Dim resizeTrans As New ImageResizeTransform
      resizeTrans.Width = 200

   End Sub

   Public Overrides Function GenerateImage(ByVal parameters As System.Collections.Specialized.NameValueCollection) As Microsoft.Web.ImageInfo
      'Get the parameters
      Dim imageUrl As String = parameters("ImageUrl")
      Dim imageFile As String = HttpContext.Current.Server.MapPath(imageUrl)

      If Not File.Exists(imageFile) Then
         Throw New ArgumentException(String.Format("The file {0} could not be found", imageFile))
      End If

      Return New ImageInfo(File.ReadAllBytes(imageFile))
   End Function
End Class

In the HTTP Handler's constructor an instance of the ImageResizeTransform class is created and its Width property is set to 200, which resizes the resulting image to 200 pixels with the height auto-scaled. The GenerateImage method reads in the ImageUrl parameter, which contains the path to the image to resize. This parameter contains the virtual path to the image, such as ~/Images/Picture.jpg. In order to load the image we need to know the physical path, such as C:\MyWebsite\Images\Picture.jpg. This translation from virtual to physical paths is performed by the Server.MapPath method and saved in the imageFile variable. Next, a check is performed to ensure that the file exists; if it does not, an ArgumentException is thrown. However, if the image exists then its bytes are read via the File.ReadAllBytes method and passed into the constructor for a new ImageInfo object, which is what the GenerateImage method must return.

After the GenerateImage method completes, the ImageHandler applies the ImageResizeTransform transform, which resizes the specified image to have a width of 200 pixels. This resized image is what is returned to the requesting client.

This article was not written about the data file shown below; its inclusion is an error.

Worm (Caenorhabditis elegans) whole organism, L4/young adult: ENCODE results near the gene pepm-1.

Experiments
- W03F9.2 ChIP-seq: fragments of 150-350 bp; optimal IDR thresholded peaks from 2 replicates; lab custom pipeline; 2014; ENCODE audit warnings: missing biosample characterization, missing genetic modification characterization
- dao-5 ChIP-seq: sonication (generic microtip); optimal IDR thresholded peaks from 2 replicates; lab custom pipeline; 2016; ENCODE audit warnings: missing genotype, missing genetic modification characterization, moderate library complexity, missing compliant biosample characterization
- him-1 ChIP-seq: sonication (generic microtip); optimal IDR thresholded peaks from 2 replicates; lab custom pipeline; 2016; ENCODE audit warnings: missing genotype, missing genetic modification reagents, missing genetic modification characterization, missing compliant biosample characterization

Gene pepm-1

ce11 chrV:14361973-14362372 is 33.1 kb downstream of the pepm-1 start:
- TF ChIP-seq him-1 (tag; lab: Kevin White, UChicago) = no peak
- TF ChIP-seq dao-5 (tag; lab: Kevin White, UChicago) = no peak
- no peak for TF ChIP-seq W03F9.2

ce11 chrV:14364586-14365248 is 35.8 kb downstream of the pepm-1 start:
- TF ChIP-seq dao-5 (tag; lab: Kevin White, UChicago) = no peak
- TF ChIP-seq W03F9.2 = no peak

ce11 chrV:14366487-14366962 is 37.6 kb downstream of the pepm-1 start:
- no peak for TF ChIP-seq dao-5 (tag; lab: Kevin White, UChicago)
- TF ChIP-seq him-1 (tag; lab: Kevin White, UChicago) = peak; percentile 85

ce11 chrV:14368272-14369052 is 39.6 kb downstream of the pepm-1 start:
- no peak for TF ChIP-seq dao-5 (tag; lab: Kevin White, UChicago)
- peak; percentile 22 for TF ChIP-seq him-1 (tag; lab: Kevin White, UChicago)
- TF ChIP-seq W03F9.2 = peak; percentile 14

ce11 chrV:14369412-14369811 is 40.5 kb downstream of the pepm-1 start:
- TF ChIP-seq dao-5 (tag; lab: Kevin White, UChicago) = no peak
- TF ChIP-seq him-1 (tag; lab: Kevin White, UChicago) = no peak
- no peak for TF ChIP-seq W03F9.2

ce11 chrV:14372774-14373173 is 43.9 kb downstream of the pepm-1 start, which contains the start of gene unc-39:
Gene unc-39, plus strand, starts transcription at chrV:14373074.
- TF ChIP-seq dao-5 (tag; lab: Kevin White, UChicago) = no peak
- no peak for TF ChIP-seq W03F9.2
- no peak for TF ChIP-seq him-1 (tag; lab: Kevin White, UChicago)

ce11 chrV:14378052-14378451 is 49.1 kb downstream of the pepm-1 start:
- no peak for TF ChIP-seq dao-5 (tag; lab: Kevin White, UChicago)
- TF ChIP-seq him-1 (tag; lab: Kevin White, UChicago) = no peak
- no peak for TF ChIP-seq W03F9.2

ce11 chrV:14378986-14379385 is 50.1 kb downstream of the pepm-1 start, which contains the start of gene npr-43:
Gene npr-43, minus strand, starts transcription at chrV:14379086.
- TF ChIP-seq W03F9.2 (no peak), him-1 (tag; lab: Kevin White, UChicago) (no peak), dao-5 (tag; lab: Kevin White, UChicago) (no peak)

The download available at the end of this article includes a more refined resizing HTTP Handler, one where the width or height of the resized image can also be specified via the parameters collection. This HTTP Handler can be found in the demo at ~/ImageHandlers/ResizeImageHandler.ashx; there's also a web page named ~/Demos/TransformDemo.aspx that contains a GeneratedImage Web control with the following declarative markup:

<cc1:GeneratedImage ID="ResizedImageGenerator" runat="server" ImageHandlerUrl="~/ImageHandlers/ResizeImageHandler.ashx">
      <cc1:ImageParameter Name="ImageUrl" Value="~/Images/Hiking.jpg" />
      <cc1:ImageParameter Name="Width" Value="400" />

The original image, Hiking.jpg, an original resolution of 2589 x 1249 and over 940 KB in size and resizing it to 400 x 193 pixels with a total file size of 32 KB. To see this resizing in action, download the demo or check out the original picture and compare it with the resized one below.

Creating a Custom Image Transform Class

The ImageResizeTransform class derives from the ImageTransform class, which spells out the base functionality of a class that performs image transforms. Specifically, the ImageTransform class includes an abstract method (one that must be overridden) named ProcessImage, which is responsible for performing the transform. The ProcessImage method is passed an Image object as input and returns the transformed image as its output (also as an Image object).

It is possible to create your own image transform classes and to use them in your HTTP Handlers. The demo available for download at the end of this article includes a custom image transform class named ImageWatermarkTransform. As its name implies, ImageWatermarkTransform transforms the input image by adding a watermark. This image transform class contains properties like WatermarkText, FontColor, FontFamily, and other properties that affect the display and rendering of the watermark. In the ProcessImage method it takes the input image and adds the watermark, locating it in the center of the image.